“She did not expect that the politicians would say that she made the story up. She did not expect that people would say that the reporter didn’t have sufficient information. The politicalisation of this [is] what caused this issue to continue to grow and be a focus,” she argued.
Dr Bernard, who also spoke to The Independent about the consequences of abortion bans in the wake of the Supreme Court’s decision to revoke a constitutional right to care, told the panel that she had an “obligation” as a health provider to ensure patients and others in the state could be impacted.
“I don’t think that anybody would have been looking into this story as any different than any other interview that I’ve ever given if it was not politicised the way that it was by public figures in our state and in Ohio,” she said.
“I think that it’s incredibly important for people to understand the real world impacts of the laws of this country about abortion or otherwise,” she added. “I think it’s important for people to know what patients will have to go through because of legislation that is being passed. And a hypothetical does not make that impact. It does not help people understand what is happening.”
Under questioning from the legal team for the attorney general, who accused her of advancing a political agenda, she replied: “I don’t consider that to be a political agenda at all in my estimation, as I think it is the same for all physicians, abortion is not a political issue.”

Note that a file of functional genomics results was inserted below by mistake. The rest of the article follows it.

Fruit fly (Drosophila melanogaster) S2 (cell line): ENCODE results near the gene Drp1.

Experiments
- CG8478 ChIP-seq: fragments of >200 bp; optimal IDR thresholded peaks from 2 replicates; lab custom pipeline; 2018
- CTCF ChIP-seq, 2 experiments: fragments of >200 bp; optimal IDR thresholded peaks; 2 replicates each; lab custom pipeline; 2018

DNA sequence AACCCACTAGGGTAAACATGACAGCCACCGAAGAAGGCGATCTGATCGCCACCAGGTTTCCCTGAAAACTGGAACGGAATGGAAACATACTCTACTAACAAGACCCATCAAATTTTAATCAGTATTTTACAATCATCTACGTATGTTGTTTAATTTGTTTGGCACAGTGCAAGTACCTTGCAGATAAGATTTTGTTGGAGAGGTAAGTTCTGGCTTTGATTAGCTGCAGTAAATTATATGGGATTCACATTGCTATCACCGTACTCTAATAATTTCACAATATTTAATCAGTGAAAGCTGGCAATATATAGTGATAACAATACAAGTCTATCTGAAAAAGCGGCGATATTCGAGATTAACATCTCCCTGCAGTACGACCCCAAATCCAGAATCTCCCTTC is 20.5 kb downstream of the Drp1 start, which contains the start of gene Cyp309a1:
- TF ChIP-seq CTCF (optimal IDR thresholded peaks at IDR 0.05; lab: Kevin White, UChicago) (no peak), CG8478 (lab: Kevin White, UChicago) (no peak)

“Abortion is part of comprehensive reproductive health care and needs to stay squarely in the realm of reproductive health,” she added.
Dr Bernard’s employer, Indiana University Health, also found that she did not violate rules under the Health Insurance Portability and Accountability Act, or HIPAA. And an expert on HIPAA law told the panel on 25 May that the information she had shared – “age, gender and state” – is “not protected health information,” and that “there was nothing that was individually identifiable.”
The Independent has requested additional comment from attorneys for Dr Bernard.
A statement from Mr Rokita following the hearing praised the board’s decision.
“Like we have said for a year, this case was about patient privacy and the trust between the doctor and patient that was broken,” he said.
In December, an Indiana judge denied Dr Bernard’s request to block the attorney general’s efforts, arguing that the matter was for the state licensing board, not the courts, to decide.
But the judge also said that Mr Rokita acted unlawfully with his volatile public comments about Dr Bernard with allegations of wrongdoing, in violation of his office’s confidentiality requirements.
Mr Rokita caused “irreparable harm” to her reputation with his “unlawful breaches” of confidentiality provisions after he discussed his investigation on national news and in the press, according to Judge Heather Welch.
The man accused of raping the 10-year-old girl was arrested last year. Police claim that Gerson Fuentes has confessed at least twice, and detectives have also testified that his DNA matches genetic material collected at the clinic where she received care. He has pleaded not guilty. A trial is expected to begin later this year.